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Check out our article on Disney Drink Packages

CLICK HERE for more information about bring-on beverages on Disney Cruises

Holland America Beverage Policies

Effective June 2021, guests are permitted to bring wine or champagne as part of their carry-on luggage as long as it does not exceed 750 ml per bottle.  Holland America’s policy does not say how many bottles you can board with, however “wine brought in quantities deemed to be excessive by the vessel or security will be refused.” A corkage fee of $20 per bottle will apply. Interestingly, if you are on a HAL-sponsored excursion to a winery and purchase a bottle of wine, it is not subject to the corkage fee.

No other alcoholic beverages are allowed and will be confiscated.

Also effective June 2021, no non-alcoholic beverages will be permitted on the day of embarkation EXCEPT water in cans or cartons (absolutely no plastic bottles) at a limit of six liters per stateroom (i.e. 12 cans or cartons 500 ml or less or 6 cans or cartons 1 liter or less).

Sealed containers of distilled or purified water is permitted when packed with a medical machine (i.e. CPAP), or for mixing with infant formula.

Click HERE to see Holland America’s policies.

Princess Cruises Beverage Policies

On Princess, each adult which has reached drinking age is permitted to bring 750 ml bottles of wine or champagne aboard on embarkation day. The first bottle will not be charged a corkage fee if consumed in the stateroom, but any others will be subject to a fee of $15, regardless of where is it consumed.

While not specified on Princess’ website, passengers seem to be allowed to embark with non-alcoholic beverages. Multiple posts on Princess Cruises passenger forums on social media state they have brought a maximum of 12 cans per person with no issue. As a good rule of thumb, it’s best to carry them with you when you board as opposed to packing them in your checked luggage.

Click here to learn more about Princess’ policies.

Celebrity Cruises Beverage Policies

Celebrity permits 2 750 ml bottles of wine per stateroom. If you wish to partake of it in one of the dining or bar venues, you will be charged a $25 corking fee per bottle unless you have the classic or premium beverage packages.

There appears to be no “policy” for or against bringing your own case of water or soda aboard with you, but in their FAQ of “What Not to Pack” it does mention “Alcoholic and Non-Alcoholic beverages” but older posts on other forums state that people have brought their own non-alcoholic beverages on board as long as they are unopened and as part of their carry-on luggage. Since Celebrity is owned by Royal Caribbean, their policy may be similar (see above).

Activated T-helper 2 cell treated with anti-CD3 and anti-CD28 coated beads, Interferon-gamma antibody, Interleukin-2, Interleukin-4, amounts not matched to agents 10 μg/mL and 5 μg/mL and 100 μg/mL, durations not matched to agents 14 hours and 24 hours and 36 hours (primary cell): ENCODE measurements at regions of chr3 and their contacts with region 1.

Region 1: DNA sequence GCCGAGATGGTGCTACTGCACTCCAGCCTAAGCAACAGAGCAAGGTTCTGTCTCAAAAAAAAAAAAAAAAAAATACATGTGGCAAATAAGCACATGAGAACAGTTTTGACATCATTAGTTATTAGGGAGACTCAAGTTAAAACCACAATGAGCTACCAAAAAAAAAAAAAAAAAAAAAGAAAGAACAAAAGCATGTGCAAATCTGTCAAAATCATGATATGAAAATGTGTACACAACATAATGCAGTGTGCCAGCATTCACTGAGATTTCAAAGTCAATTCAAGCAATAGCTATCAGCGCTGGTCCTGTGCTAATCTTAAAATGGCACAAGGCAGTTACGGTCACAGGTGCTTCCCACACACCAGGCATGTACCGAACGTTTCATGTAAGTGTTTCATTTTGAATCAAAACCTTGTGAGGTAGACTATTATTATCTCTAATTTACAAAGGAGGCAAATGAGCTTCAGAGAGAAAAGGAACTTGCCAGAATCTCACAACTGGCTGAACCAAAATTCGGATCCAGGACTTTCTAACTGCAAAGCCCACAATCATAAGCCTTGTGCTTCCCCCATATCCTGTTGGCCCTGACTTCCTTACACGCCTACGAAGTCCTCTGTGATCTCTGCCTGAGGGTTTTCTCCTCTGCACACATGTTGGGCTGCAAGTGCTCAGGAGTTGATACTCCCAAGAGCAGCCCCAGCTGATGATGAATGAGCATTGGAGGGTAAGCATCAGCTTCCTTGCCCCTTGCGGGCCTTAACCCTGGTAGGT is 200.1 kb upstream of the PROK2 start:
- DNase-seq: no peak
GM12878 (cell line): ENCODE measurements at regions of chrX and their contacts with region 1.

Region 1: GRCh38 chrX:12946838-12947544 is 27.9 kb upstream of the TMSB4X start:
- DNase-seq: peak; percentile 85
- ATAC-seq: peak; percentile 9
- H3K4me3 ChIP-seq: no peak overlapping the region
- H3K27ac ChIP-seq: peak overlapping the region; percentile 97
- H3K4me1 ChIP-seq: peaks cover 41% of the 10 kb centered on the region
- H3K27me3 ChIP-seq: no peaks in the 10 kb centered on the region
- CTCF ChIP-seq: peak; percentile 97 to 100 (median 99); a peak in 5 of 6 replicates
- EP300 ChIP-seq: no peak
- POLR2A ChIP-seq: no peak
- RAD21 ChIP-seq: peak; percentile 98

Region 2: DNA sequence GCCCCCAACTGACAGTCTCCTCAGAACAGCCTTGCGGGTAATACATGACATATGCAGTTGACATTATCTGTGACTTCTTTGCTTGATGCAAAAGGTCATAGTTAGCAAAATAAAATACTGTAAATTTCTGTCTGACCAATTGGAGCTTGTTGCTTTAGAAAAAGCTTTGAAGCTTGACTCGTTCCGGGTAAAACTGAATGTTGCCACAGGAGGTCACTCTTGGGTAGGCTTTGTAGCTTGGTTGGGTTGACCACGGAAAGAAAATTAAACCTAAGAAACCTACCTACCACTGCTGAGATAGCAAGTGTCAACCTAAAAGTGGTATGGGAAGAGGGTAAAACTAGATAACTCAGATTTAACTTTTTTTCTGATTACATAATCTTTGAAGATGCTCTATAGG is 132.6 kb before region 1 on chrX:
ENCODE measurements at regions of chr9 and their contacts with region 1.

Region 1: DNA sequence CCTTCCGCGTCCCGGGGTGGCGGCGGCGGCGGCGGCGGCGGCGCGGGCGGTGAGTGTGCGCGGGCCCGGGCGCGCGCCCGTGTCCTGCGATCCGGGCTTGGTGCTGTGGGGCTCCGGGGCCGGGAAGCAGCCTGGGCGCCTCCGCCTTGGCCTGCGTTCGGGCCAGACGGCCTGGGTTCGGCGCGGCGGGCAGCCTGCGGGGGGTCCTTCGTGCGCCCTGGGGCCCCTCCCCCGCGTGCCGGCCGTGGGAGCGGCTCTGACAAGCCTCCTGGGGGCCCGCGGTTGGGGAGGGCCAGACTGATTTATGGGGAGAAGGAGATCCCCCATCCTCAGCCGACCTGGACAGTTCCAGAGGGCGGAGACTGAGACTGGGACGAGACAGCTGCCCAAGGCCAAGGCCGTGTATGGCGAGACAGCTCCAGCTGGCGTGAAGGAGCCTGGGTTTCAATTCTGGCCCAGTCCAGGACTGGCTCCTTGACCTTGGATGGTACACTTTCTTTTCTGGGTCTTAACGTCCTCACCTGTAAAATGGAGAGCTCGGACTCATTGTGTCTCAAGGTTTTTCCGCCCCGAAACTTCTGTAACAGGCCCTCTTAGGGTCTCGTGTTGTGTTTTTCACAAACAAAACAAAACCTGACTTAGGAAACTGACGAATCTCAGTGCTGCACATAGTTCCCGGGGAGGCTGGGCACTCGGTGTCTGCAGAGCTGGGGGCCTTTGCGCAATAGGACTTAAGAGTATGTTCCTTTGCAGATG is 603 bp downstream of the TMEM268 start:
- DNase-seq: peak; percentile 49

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Click HERE to see Celebrity’s policies.

MSC Cruises Beverage Policies

As MSC Cruises is gaining popularity in the North American market, it’s important to know their policies on what can be brought aboard at the time of embarkation.  Their policy differs from all other cruise lines currently sailing from North America, in that they do not allow ANY beverages, including alcohol of any type to be brought on board at the time of embarkation, whether you want to consume it in your cabin, or not.

MSC also says that in the interest of health and safety no food or beverages may be brought onboard unless it is a dry, packaged, commercially produced food. If you don’t comply with any of these mandated regulations, guests will be denied boarding.  It seems that unless your dietary item is prescribed by a doctor, you can’t bring it with you.

Click here to see more information on MSC USA’s policies.



Costa Cruises Beverage Policies

Costa is another European cruise line making it’s foray into the North American market with cruises departing from Fort Lauderdale.  Their beverage policies, including alcohol, are similar to MSC’s, with having no allowance for bringing food or beverages on board during embarkation.  In fact, they will confiscate and hold any food or drink at the embarkation port for you to collect after you disembark your cruise. If something is purchased at a port of call, it will be kept in custody with the ship’s officers and will be released to the passenger at time of disembarkation. At least we know where they stand!

For more information  on Costa’s “Personal food and beverage items” policy, click here.

Marella Cruises Beverage Policies

Marella Cruises (formerly Thomson Cruises) is a UK-based cruise line, but has world-wide itineraries including those that begin and end Montego Bay, Jamaica travelling around the Caribbean, as well as to Central America and Colombia. You can’t bring your own beverages on board, but you won’t need to! One of the many great things about Marella Cruises is that “All Inclusive is Standard” which means selected soft drinks, juices, cocktails draft beers, cider and wines. They also have tea and coffee-making facilities in each cabin!

For more information on Marella’s beverage policy, click here.